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Human trafficking is the violation of rights

"Sustainable development" №5(53) september-october 2005.
president, NGO "Sana Sezim"
Kh. Abysheva

Human trafficking is the violation of rights

   Human trafficking is an illegal action that flagrantly violates basic human rights and freedoms and an evil suffered not only by women, but also men and children. It is a violation of human rights which humiliates and exposes its victims to physical, occupational, and sexual violence. Human traffickers and their clients are increasing their scandals. Recognizing the need strengthen further measures to prevent, detect, and combat human trafficking, The Legal Center for Women's Initiative "Sana Sezim" is actively working to prevent trafficking in the South Kazakhstan region. Many call the hotline at "Sana Sezim" to request advice on what they need to know if they wish to work in other countries. People who call the hotline are asked if the work that they wish to pursue is legal and if the company has a license. Any day such calls will be received. One firm actually acknowledged to the enquirer that it was an illegal firm and proceeded to ask for her phone number and address to make appropriate arrangements. The main slogan of these illegal firms is: Abroad equals paradise. This is a common stereotype from the Soviet period, when living abroad was an unattainable dream. This is effective bait for both the young and the older generations. Now people try to get temporary employment as waitresses, maids, etc… in countries like Cyprus, Greece, and Turkey. Young people, who know a little bit of the language, will travel on a tourist visa to try and find work.
   Imagine that you want to find work abroad, but you need a working visa. Working visas require that you have an employer. In order to find an employer you need to assert yourself, but the luck of finding an employer without an agency is low.
   It can be problematic to work abroad. When they go through the "easier routes", without processing the appropriate documents and insurance, they can experience ignorance of their basic rights in the country where they go, which can lead to a powerless existence. One manifestation of an "easy route" is through prostitution and pimping abroad. Girls and women who prefer to work illegally soon and earn money than wait can get caught into the network of sexual slavery and then end up relying on it to maintain stability and make ends meat. The main way that people get caught into this is that they are legal illiterate, meaning that they give up their passports without thinking about the consequences and do not end up having proper identity documents.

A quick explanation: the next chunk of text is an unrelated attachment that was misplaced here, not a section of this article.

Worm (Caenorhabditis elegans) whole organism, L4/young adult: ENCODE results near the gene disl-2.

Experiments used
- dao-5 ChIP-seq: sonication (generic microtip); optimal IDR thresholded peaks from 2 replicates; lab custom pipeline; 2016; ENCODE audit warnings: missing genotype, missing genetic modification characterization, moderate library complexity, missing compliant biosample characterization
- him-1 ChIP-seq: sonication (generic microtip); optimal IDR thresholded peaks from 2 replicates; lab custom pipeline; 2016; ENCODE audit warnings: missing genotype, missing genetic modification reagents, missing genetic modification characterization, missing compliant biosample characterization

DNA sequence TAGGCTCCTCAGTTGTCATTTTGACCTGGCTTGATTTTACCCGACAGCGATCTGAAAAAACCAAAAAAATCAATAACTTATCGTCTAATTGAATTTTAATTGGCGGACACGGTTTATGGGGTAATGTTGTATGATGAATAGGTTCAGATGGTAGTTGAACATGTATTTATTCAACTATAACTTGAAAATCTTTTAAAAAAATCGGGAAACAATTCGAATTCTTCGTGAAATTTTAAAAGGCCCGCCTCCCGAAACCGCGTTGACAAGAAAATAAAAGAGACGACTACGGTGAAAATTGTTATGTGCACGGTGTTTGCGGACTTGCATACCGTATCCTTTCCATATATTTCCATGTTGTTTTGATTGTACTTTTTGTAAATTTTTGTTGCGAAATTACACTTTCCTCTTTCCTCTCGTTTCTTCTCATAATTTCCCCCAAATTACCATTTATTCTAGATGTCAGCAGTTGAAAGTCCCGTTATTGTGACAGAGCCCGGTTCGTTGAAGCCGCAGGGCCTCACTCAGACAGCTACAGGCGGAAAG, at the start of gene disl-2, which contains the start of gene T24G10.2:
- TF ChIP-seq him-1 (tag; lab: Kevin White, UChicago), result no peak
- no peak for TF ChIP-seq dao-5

There are also some cases of human trafficking when men try to find work abroad. This generally happens when they use employment firms that are linked to organized crime. They get themselves into situations where they are in bondage to foreign employers. These employers (and often the firm itself) will hold their documents, refuse to pay for their work, restrict the freedom of their movement, and are often beaten to suppress the will of those who would resist.
   The prevalence of these problems associated with external migration is documented in studies that are regularly carried out by statistical agencies. The main reason for pursuing work abroad is dissatisfaction with the labor market. Then is dissatisfaction with the living conditions and family circumstances. Publications of these studies show that forged documents, transnational criminal networks, and illegal support of Kazakh citizens to pursue these endeavors are the critical components of this dangerous social phenomenon of human trafficking.
   Human trafficking is profitable business and is gaining momentum. Today, human trafficking must be addressed by all: government bodies, non-governmental organizations, and the media.
   For legal and psychological counseling, contact the office of the Legal Center for Women's Initiatives "Sana Sezim" at: 25 G. Ilyaev Street, Offices 17, 19, 21, Shymkent or by phone: (3252) 30-01-52.